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Schweiz Med Wochenschr. 1996 Nov 2;126(44):1881-90.

[Prostate-specific antigen in the diagnosis of organ-confined treatable prostate carcinoma].

[Article in German]

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Departement Chirurgie, Kantonsspital Aarau.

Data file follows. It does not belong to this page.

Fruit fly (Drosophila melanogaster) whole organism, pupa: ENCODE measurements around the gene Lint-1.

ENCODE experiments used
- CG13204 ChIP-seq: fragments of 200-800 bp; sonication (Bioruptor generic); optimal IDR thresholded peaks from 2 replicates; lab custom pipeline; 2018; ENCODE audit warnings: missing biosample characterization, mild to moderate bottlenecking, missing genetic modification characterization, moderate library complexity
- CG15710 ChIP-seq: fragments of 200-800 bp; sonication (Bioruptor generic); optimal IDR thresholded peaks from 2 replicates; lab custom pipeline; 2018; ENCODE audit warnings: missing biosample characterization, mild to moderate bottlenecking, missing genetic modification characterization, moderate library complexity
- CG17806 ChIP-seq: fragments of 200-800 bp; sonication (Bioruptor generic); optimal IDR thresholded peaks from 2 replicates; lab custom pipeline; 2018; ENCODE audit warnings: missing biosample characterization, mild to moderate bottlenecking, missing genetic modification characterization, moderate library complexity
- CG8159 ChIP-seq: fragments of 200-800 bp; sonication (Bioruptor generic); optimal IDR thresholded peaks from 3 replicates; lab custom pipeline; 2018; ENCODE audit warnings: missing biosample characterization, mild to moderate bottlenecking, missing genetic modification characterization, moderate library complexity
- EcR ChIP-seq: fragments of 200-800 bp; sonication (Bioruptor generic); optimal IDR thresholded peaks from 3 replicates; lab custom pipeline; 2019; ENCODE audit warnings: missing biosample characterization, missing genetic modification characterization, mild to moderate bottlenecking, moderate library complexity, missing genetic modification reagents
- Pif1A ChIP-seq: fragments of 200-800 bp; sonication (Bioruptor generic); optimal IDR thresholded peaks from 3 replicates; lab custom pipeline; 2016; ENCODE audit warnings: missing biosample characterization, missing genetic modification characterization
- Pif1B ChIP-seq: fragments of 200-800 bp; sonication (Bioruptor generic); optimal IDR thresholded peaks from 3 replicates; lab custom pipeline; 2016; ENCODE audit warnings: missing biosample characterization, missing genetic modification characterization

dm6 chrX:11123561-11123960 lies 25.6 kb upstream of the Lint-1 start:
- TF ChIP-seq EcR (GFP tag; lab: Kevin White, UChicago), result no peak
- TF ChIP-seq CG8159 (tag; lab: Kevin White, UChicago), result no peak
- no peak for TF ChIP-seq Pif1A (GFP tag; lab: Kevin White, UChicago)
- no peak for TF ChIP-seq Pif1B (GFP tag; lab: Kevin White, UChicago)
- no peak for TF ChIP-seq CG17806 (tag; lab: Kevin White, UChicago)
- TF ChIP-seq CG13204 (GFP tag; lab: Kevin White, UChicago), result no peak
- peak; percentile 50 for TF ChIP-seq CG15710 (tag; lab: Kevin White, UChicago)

Prostate cancer is now the most common cancer and the second most common cause of death from cancer among men. Several studies have shown a frequency of autopsy-detected cancer of 40% in men over 50 years of age. In contrast, the lifetime probability of prostate cancer being diagnosed clinically is only 8%. Thus histologically documented prostate cancer only becomes clinically relevant if the tumors are > 0.5 cm3 and the life expectancy exceeds 10 years. Therapy with curative intention is only possible for organ confined disease. Because disease specific survival is about 80-90% after 10 years for conservative treatment of organ confined disease, early detection of prostate cancer is useful for patients with a life expectancy > 10 years. Organ confined prostate cancer is usually asymptomatic. The use of prostate specific antigen (PSA) combined with digital rectal examination (DRE) results in a 2-3 fold increase in prostatic carcinoma detection rate, especially of organ confined disease, by PSA. In men with a minimally elevated PSA-value of 4-10 ng/ml (Hybritech Assays), 25% will have a prostatic carcinoma regardless of the finding of the DRE, which would have reached clinical significance in the follow-up. The indication for biopsy should be established at an early date. There is no support for the common opinion that early detection programs detect clinically unimportant cancers. 95% of tumor volumes are > 0.5 cm3. Furthermore only 3-5% of subjects show prostate cancer in detection programs though 8% will develop clinical symptoms of prostate cancer during their lifetime. This difference is a reason for longitudinal programs with PSA and DRE control once a year, as proposed by the American Cancer Society and the American and Canadian Urological Association, in contrast to other health care organizations, which would wait with general screening until data from prospective randomized trials with beneficial effects of screening are available. To introduce prostate cancer therapy with curative intention for symptomatic patients as well, the cancer should be detected below a PSA level of 10 ng/ml. Insufficient specificity of PSA (2-4 patients have to undergo biopsies to detect one cancer patient) is still an unsolved problem.

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